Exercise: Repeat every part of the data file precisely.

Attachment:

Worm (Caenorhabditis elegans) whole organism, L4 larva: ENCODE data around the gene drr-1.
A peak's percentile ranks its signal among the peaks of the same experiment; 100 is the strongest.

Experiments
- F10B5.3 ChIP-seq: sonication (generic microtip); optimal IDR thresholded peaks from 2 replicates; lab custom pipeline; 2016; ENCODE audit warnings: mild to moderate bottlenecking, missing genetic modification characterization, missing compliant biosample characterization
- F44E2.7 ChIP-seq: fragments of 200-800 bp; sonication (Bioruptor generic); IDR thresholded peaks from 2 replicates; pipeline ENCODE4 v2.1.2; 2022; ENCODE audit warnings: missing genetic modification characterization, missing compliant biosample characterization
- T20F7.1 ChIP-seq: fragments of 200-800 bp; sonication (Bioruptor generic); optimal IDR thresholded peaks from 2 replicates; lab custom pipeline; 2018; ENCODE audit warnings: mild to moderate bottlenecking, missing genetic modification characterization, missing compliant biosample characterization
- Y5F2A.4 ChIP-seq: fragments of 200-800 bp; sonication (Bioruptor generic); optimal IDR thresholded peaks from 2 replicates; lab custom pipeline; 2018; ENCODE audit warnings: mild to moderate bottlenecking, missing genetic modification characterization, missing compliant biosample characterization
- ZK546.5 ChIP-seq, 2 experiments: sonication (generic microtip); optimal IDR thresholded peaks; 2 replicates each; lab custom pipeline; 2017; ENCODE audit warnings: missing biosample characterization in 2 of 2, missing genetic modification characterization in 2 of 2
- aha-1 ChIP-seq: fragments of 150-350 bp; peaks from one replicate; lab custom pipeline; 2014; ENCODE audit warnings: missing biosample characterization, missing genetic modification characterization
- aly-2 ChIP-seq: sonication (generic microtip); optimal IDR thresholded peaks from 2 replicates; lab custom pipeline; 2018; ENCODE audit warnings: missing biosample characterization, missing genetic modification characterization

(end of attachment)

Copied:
Worm (Caenorhabditis elegans) whole organism, L4 larva: ENCODE data around the gene drr-1.
A peak's percentile ranks its signal among the peaks of the same experiment; 100 is the strongest.

Experiments
- F10B5.3 ChIP-seq: sonication (generic microtip); optimal IDR thresholded peaks from 2 replicates; lab custom pipeline; 2016; ENCODE audit warnings: mild to moderate bottlenecking, missing genetic modification characterization, missing compliant biosample characterization
- F44E2.7 ChIP-seq: fragments of 200-800 bp; sonication (Bioruptor generic); IDR thresholded peaks from 2 replicates; pipeline ENCODE4 v2.1.2; 2022; ENCODE audit warnings: missing genetic modification characterization, missing compliant biosample characterization
- T20F7.1 ChIP-seq: fragments of 200-800 bp; sonication (Bioruptor generic); optimal IDR thresholded peaks from 2 replicates; lab custom pipeline; 2018; ENCODE audit warnings: mild to moderate bottlenecking, missing genetic modification characterization, missing compliant biosample characterization
- Y5F2A.4 ChIP-seq: fragments of 200-800 bp; sonication (Bioruptor generic); optimal IDR thresholded peaks from 2 replicates; lab custom pipeline; 2018; ENCODE audit warnings: mild to moderate bottlenecking, missing genetic modification characterization, missing compliant biosample characterization
- ZK546.5 ChIP-seq, 2 experiments: sonication (generic microtip); optimal IDR thresholded peaks; 2 replicates each; lab custom pipeline; 2017; ENCODE audit warnings: missing biosample characterization in 2 of 2, missing genetic modification characterization in 2 of 2
- aha-1 ChIP-seq: fragments of 150-350 bp; peaks from one replicate; lab custom pipeline; 2014; ENCODE audit warnings: missing biosample characterization, missing genetic modification characterization
- aly-2 ChIP-seq: sonication (generic microtip); optimal IDR thresholded peaks from 2 replicates; lab custom pipeline; 2018; ENCODE audit warnings: missing biosample characterization, missing genetic modification characterization